Photography: Danilo Scarpati for Yahoo Style
In the five years since Stella Jean won the Who Is On Next? contest sponsored by Vogue Italia, the designer has been quietly building a label known for mixing a Western silhouette with a flair for prints and colors culled from the designer’s heritage — Stella Jean is Haitian-Italian — as well as from other native cultures around the world.
At a time when topics such as identity and cultural appropriation are being constantly discussed in fashion, Stella Jean’s perspective is truly unique. While everyone else struggles with the themes, she is building a business around them.
“I was born and raised in Italy in the late ’80s, which was totally not prepared for a multiracial family like mine,” Stella tells me over the phone a day before her show in Milan, “My father is white, my mother is black, and people were staring at us like aliens. I struggled with my identity growing up.”
Like that other Italian powerhouse Miuccia Prada, Stella first pursued a political science degree at a university in Rome, and then a brief career as a model. It was during this time that she realized she wanted to work in fashion, just not on the side she was working on. She entered the Who Is On Next? contest twice, before finally winning the top prize on the third try.
“The first two times I entered the contest, I didn’t show an actual collection — I just showed some beautiful clothes,” she recalls. “After the second time, the talent scouts told me if you want to participate a third time, try to put your fingerprints on what you do.”
With that prompt, Stella realized that the very thing that had kept her “an alien” in her own country was a point of view sorely missing from the overwhelmingly white fashion industry. “I used to go with my father to his tailor, and that’s when I started to love and appreciate Italian tailoring,” Stella tells me about her first encounters with fashion. “That’s why [when it came down to figuring out what I wanted to say with my clothes] I put together an Italian shirt, with a skirt made out of a fabric that represented the African roots of Haiti.”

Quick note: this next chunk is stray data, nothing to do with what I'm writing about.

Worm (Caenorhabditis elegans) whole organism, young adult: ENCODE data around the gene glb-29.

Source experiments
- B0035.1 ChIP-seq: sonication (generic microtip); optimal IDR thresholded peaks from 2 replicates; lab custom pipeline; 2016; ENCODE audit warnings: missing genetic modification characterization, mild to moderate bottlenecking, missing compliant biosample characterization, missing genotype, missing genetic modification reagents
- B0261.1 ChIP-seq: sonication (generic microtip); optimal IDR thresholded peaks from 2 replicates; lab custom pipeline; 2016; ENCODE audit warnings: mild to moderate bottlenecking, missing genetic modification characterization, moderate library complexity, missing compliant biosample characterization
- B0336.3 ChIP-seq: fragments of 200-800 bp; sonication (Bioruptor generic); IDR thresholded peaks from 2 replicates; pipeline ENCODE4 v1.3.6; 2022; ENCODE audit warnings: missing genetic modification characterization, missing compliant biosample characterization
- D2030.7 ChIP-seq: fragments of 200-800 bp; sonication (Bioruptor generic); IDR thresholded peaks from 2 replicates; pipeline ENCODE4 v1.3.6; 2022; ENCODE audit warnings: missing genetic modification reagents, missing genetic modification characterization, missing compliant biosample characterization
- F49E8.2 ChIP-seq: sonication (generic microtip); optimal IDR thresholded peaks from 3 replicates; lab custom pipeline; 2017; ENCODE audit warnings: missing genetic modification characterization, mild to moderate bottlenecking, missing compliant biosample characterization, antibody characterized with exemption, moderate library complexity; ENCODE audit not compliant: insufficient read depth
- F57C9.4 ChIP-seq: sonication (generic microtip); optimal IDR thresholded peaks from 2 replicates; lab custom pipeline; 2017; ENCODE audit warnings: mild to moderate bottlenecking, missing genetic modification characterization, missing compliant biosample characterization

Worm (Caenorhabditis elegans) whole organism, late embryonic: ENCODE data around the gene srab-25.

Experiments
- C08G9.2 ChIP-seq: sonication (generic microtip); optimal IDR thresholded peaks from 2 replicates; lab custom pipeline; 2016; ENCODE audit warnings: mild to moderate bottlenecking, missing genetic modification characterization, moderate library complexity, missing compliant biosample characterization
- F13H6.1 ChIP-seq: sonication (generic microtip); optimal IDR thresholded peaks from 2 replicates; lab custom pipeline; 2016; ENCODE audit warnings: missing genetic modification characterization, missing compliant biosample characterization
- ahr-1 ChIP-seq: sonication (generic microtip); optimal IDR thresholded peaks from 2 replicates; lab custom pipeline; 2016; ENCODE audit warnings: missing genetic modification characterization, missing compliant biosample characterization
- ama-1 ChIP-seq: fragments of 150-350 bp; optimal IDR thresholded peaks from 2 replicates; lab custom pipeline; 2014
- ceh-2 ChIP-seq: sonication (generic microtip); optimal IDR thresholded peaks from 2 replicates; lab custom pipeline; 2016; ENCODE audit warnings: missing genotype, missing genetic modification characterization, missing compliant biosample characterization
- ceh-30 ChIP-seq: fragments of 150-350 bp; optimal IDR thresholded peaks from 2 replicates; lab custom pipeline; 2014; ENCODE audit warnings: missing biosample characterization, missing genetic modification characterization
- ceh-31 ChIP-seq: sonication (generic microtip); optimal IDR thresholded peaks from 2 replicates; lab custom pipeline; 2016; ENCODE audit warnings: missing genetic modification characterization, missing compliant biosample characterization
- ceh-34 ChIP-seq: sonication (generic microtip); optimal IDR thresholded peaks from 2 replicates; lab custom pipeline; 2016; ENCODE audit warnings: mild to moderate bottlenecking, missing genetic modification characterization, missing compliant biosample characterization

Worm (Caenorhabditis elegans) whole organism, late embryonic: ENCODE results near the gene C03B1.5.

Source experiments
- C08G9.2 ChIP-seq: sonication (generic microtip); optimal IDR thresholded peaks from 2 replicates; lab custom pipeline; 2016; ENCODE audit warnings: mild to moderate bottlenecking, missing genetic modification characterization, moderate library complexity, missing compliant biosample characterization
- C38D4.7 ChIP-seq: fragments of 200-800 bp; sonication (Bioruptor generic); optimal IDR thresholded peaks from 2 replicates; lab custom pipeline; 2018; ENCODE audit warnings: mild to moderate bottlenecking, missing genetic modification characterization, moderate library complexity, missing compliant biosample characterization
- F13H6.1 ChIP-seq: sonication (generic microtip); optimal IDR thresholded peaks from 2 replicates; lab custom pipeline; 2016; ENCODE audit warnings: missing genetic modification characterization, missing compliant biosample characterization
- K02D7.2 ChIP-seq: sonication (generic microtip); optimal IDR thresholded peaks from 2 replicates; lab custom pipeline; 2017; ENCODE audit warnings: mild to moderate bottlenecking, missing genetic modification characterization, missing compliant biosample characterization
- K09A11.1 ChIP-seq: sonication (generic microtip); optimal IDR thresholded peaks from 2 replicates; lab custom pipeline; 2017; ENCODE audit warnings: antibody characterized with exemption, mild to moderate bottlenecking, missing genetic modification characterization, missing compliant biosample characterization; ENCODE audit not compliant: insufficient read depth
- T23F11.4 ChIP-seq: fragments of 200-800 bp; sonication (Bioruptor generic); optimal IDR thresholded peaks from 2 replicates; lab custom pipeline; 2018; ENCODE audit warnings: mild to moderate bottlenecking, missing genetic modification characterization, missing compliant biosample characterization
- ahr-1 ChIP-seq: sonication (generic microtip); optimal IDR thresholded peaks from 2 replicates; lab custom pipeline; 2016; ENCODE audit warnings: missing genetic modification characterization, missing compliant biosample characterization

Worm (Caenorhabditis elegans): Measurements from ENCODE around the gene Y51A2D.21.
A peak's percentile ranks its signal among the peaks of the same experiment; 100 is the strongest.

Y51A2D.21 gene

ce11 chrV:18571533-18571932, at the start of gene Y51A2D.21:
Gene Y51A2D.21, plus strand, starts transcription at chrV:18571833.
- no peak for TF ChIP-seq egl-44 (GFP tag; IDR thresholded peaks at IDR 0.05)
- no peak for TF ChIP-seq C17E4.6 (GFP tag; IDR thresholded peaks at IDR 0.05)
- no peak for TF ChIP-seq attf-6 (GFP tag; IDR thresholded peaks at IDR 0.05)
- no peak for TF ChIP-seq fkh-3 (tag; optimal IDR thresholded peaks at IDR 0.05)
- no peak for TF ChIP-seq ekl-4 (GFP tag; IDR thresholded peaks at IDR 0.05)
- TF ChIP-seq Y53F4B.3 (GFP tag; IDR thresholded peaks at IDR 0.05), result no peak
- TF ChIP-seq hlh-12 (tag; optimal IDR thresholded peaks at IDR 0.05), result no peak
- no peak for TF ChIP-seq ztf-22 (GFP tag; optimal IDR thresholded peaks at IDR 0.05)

“Haitians are very proud of their blackness,” she adds. “I thought if I can make these looks work with opposing cultures like mine, then it could work in real life without being a caricature or a parody. I am using fashion as a tool to communicate the beauty of the multicultural.”
After winning the contest, Stella found herself unexpectedly being taken under the wing of the designer Giorgio Armani, who offered his space for her to show her Spring 2014 collection. “The most important thing [that Armani support] gave me was a sense of possibility. All the international press and buyers from all over the world started to contact us. That was the beginning of the story.”
Since then, Stella has explored the traditions and influences of other cultures, like Japan, India, and South American countries. “Of course, I’m not the first designer who uses African references in fashion, but my point of view is different,” she thoughtfully explains. “It’s not the white, safari point of view, but a different one, which talks about the contemporary [view] of those nations and continents.” To further show her commitment to a multicultural perspective, she’s part of the International Trade Center Ethical Fashion Initiative, which aims to bridge the gap between the Western luxury market and artisans in underdeveloped countries and their unique skills and products.
This season, her interest has led her to Burma, and Nobel Peace Prize winner Aung San Suu Kyi. “Since I heard about her and the resistance she left in her country, I think about the strength she represents: She is as powerful as a new poem, a bomb without violence. I’m not about the red carpet star.”
While Stella Jean might not be courting the celebrity or social media likes, it’s only a matter of time before her name becomes ubiquitous. Because in a world where everyone is trying to outdo each other, trying to come up with the next viral hit, she is a woman who’s succeeded by being true to herself.
“Women like Aung San Suu Kyi show how fashion is a declaration of proudness,” Stella Jean revealed at the end of our conversation. Of course, the very same can be said about her.
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